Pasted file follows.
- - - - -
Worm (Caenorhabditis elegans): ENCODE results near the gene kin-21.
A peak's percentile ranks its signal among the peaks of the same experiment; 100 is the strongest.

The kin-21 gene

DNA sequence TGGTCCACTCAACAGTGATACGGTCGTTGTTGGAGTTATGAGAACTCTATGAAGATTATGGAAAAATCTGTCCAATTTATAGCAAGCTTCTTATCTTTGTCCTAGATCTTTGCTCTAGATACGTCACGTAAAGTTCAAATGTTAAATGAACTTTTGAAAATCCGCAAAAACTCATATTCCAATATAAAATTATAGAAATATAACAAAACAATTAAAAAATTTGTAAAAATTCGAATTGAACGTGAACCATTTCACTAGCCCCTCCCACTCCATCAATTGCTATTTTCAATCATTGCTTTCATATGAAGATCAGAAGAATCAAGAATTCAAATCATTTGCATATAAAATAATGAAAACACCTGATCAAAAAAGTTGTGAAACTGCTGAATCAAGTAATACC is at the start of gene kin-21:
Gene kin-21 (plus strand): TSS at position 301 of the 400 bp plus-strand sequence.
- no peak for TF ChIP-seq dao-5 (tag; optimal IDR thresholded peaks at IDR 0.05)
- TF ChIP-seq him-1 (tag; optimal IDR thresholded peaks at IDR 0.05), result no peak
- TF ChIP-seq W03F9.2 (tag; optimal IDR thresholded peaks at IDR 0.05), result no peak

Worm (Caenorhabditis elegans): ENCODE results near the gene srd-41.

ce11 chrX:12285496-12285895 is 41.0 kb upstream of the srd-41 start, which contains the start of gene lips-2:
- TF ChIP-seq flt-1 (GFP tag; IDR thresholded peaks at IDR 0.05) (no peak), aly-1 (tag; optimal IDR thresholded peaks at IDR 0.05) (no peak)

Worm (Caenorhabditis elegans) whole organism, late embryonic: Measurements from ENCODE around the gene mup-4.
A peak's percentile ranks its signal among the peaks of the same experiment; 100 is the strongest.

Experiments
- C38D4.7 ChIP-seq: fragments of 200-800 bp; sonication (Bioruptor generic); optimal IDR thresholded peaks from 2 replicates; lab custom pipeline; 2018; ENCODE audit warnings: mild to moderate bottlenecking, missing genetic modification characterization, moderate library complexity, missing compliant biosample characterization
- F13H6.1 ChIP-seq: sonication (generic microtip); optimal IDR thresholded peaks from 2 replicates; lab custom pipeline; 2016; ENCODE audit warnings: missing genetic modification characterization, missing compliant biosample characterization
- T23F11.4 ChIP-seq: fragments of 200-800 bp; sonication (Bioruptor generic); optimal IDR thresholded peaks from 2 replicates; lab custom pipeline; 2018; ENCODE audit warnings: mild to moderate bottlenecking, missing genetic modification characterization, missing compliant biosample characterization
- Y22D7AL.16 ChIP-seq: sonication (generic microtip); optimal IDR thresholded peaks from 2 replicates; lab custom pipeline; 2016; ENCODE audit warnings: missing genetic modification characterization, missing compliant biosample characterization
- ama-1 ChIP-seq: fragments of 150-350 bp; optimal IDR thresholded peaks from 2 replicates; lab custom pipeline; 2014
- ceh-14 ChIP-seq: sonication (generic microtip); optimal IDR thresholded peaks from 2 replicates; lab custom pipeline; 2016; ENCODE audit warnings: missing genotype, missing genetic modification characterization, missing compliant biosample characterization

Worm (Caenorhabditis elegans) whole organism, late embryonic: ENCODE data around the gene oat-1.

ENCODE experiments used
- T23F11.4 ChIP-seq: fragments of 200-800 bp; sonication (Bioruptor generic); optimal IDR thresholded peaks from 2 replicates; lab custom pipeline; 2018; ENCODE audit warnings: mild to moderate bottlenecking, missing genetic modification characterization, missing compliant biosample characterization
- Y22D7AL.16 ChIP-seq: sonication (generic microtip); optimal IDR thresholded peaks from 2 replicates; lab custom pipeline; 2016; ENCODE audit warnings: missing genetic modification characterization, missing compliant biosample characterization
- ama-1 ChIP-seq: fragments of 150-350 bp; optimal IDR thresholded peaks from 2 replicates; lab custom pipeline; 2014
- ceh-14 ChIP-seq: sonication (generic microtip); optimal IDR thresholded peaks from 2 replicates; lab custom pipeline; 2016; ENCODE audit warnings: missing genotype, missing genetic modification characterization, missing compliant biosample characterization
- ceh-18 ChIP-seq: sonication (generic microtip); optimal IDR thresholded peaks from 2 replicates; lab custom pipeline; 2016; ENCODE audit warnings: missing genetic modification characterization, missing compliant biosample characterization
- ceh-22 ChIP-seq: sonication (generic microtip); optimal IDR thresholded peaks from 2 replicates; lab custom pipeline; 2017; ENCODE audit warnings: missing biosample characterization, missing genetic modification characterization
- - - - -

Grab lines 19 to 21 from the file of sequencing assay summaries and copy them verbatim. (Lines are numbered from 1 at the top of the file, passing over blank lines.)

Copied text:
- ama-1 ChIP-seq: fragments of 150-350 bp; optimal IDR thresholded peaks from 2 replicates; lab custom pipeline; 2014
- ceh-14 ChIP-seq: sonication (generic microtip); optimal IDR thresholded peaks from 2 replicates; lab custom pipeline; 2016; ENCODE audit warnings: missing genotype, missing genetic modification characterization, missing compliant biosample characterization

Worm (Caenorhabditis elegans) whole organism, late embryonic: ENCODE data around the gene oat-1.